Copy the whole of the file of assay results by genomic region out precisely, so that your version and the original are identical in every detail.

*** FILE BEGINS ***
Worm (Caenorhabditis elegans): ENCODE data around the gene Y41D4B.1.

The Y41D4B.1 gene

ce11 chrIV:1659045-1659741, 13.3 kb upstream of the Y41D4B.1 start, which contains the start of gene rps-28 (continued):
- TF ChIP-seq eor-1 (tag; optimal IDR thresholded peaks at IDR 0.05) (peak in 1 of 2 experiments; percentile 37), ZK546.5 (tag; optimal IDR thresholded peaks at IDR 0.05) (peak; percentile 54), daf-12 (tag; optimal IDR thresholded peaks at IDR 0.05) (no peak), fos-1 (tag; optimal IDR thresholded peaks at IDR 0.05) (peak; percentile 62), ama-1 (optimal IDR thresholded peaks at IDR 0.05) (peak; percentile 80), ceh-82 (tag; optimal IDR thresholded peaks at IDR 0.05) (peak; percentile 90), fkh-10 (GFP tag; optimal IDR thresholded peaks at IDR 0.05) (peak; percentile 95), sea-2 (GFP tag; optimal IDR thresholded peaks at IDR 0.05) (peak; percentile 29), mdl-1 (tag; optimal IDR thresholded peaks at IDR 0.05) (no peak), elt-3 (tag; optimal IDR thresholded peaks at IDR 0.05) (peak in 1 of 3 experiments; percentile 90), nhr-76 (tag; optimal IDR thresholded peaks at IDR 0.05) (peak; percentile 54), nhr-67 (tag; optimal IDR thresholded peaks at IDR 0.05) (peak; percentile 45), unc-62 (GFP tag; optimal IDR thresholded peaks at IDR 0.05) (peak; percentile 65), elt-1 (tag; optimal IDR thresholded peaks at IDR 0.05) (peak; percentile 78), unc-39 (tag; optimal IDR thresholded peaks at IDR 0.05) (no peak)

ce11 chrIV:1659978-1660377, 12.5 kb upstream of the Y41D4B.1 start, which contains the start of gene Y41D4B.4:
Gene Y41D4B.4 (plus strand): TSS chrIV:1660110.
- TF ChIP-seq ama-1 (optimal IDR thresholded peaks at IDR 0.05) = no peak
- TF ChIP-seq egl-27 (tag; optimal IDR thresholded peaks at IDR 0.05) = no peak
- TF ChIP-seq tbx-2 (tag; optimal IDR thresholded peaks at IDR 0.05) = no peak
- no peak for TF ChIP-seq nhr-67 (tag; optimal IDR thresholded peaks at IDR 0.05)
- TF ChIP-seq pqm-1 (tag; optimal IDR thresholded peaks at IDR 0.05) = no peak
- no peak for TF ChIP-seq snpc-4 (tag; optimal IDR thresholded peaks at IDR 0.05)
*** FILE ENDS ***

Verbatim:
Worm (Caenorhabditis elegans): ENCODE data around the gene Y41D4B.1.

The Y41D4B.1 gene

ce11 chrIV:1659045-1659741, 13.3 kb upstream of the Y41D4B.1 start, which contains the start of gene rps-28 (continued):
- TF ChIP-seq eor-1 (tag; optimal IDR thresholded peaks at IDR 0.05) (peak in 1 of 2 experiments; percentile 37), ZK546.5 (tag; optimal IDR thresholded peaks at IDR 0.05) (peak; percentile 54), daf-12 (tag; optimal IDR thresholded peaks at IDR 0.05) (no peak), fos-1 (tag; optimal IDR thresholded peaks at IDR 0.05) (peak; percentile 62), ama-1 (optimal IDR thresholded peaks at IDR 0.05) (peak; percentile 80), ceh-82 (tag; optimal IDR thresholded peaks at IDR 0.05) (peak; percentile 90), fkh-10 (GFP tag; optimal IDR thresholded peaks at IDR 0.05) (peak; percentile 95), sea-2 (GFP tag; optimal IDR thresholded peaks at IDR 0.05) (peak; percentile 29), mdl-1 (tag; optimal IDR thresholded peaks at IDR 0.05) (no peak), elt-3 (tag; optimal IDR thresholded peaks at IDR 0.05) (peak in 1 of 3 experiments; percentile 90), nhr-76 (tag; optimal IDR thresholded peaks at IDR 0.05) (peak; percentile 54), nhr-67 (tag; optimal IDR thresholded peaks at IDR 0.05) (peak; percentile 45), unc-62 (GFP tag; optimal IDR thresholded peaks at IDR 0.05) (peak; percentile 65), elt-1 (tag; optimal IDR thresholded peaks at IDR 0.05) (peak; percentile 78), unc-39 (tag; optimal IDR thresholded peaks at IDR 0.05) (no peak)

ce11 chrIV:1659978-1660377, 12.5 kb upstream of the Y41D4B.1 start, which contains the start of gene Y41D4B.4:
Gene Y41D4B.4 (plus strand): TSS chrIV:1660110.
- TF ChIP-seq ama-1 (optimal IDR thresholded peaks at IDR 0.05) = no peak
- TF ChIP-seq egl-27 (tag; optimal IDR thresholded peaks at IDR 0.05) = no peak
- TF ChIP-seq tbx-2 (tag; optimal IDR thresholded peaks at IDR 0.05) = no peak
- no peak for TF ChIP-seq nhr-67 (tag; optimal IDR thresholded peaks at IDR 0.05)
- TF ChIP-seq pqm-1 (tag; optimal IDR thresholded peaks at IDR 0.05) = no peak
- no peak for TF ChIP-seq snpc-4 (tag; optimal IDR thresholded peaks at IDR 0.05)